Glass has many potentialities, contemporary studios are constantly developing and researching new design concepts in ornamental glass for use in architecture, sculpture and other artwork. These are all available to the architect and to the architect's client, and can be incorporated into a building if the architect will consult with a studio in the early planning stages.

Large stained glass studios can also be an excellent resource center for artists in other media who are looking to incorporate glass into their projects. Glass can be the ideal material to place in any environment and our Accredited Professional and Professional studios are happy to assist with the technical design and construction of public artworks or special installations with artists in their communities.

Leaded glass

Leaded Glass

The durability of lead along with its flexibility when formed into grooved strings makes it a suitable material to bind fragments of glass into decorative panels. The use of lead is merely functional when framing separate pieces of color but the organization of the lines can become an important design element. Each designer arranges them in his own way for his stylistic purposes. They may be left as an unobtrusive geometrical pattern subordinated to color changes or featured in assertive and energetic linear rhythms.

Painted Glass

Painted Glass

This term is misunderstood by some who suppose that the color in stained glass has somehow been painted on clear glass. All color is inherent in the glass and is due to its chemical content. Painting as it is mentioned here means the use of the only pigment used by the glass painter which is monochromatic and is made permanent by firing. It is used the help delineate design concepts. The density can be controlled to produce opaque lines or it can be modulated in texture to reduce halation and to temper light as desired.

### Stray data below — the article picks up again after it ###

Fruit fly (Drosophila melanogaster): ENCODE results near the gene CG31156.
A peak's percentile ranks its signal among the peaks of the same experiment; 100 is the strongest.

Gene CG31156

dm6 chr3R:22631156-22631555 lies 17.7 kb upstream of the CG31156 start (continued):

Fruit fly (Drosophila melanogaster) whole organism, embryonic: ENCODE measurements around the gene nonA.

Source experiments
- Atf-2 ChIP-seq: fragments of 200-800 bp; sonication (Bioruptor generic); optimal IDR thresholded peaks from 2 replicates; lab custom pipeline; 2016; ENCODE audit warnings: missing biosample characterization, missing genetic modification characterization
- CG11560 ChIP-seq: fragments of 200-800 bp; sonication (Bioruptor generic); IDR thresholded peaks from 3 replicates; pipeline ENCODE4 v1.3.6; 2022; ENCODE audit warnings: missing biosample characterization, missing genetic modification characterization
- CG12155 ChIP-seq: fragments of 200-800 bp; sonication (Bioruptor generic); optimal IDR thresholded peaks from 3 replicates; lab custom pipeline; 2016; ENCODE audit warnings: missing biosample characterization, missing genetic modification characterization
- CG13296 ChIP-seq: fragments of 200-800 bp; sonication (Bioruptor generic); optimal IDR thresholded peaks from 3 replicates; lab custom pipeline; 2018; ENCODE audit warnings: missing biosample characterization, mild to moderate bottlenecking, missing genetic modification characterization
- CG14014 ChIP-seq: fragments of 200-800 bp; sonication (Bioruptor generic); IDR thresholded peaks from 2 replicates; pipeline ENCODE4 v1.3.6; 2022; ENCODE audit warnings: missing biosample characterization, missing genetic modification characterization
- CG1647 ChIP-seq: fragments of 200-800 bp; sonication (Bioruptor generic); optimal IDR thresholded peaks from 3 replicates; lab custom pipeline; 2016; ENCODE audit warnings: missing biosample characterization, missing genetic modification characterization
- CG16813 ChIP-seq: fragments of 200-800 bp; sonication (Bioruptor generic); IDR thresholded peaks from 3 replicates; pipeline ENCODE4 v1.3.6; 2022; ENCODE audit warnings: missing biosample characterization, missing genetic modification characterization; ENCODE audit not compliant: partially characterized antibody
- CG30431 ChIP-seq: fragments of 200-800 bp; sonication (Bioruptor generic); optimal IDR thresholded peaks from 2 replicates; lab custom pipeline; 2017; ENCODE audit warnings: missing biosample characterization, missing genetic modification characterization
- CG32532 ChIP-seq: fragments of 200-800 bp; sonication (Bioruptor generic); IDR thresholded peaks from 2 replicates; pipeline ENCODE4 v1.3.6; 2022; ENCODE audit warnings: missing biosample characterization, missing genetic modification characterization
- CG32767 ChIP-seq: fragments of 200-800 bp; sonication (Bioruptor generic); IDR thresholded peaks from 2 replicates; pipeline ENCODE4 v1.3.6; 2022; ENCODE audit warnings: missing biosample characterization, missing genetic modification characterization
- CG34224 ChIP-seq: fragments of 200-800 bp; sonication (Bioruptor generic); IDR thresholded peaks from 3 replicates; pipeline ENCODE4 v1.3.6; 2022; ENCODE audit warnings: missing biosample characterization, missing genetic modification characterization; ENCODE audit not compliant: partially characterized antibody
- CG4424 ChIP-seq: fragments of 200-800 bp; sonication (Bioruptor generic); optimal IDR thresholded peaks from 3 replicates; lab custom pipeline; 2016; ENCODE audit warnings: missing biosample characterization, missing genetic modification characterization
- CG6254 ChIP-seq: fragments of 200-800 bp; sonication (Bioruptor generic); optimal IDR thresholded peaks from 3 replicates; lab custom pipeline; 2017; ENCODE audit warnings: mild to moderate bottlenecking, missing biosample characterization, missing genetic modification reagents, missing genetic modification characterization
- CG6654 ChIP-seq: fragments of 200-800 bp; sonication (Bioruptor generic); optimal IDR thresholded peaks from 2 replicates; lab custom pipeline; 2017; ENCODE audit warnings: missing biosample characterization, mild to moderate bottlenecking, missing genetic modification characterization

Faceted glass

Faceted Glass

Slabs of glass can be combined and bonded in epoxy to produce a wide gamut of effects ranging from the brilliant sparkle of chipped surfaces and translucency of untouched slabs to the opacity of the negative areas. It is most expressive when supported by a bold design. The slabs or dalles used are moulded to the approximate size of 8”x12”x1” and weigh about eight pounds. Epoxy resins have been developed which are very close in expansion and contraction with glass when exposed to our variable climates.

The number of faceted pieces in a given panel is a matter of taste. If overdone, it negated the very purpose of adding an accenting touch by reducing every piece to a common level of glitter. However, if a window is to  be artificially illuminated a greater amount of chipping will add to its effectiveness by deflecting the light and making it appear to be held within the glass.

Fused glass

Fused/Kilnformed Glass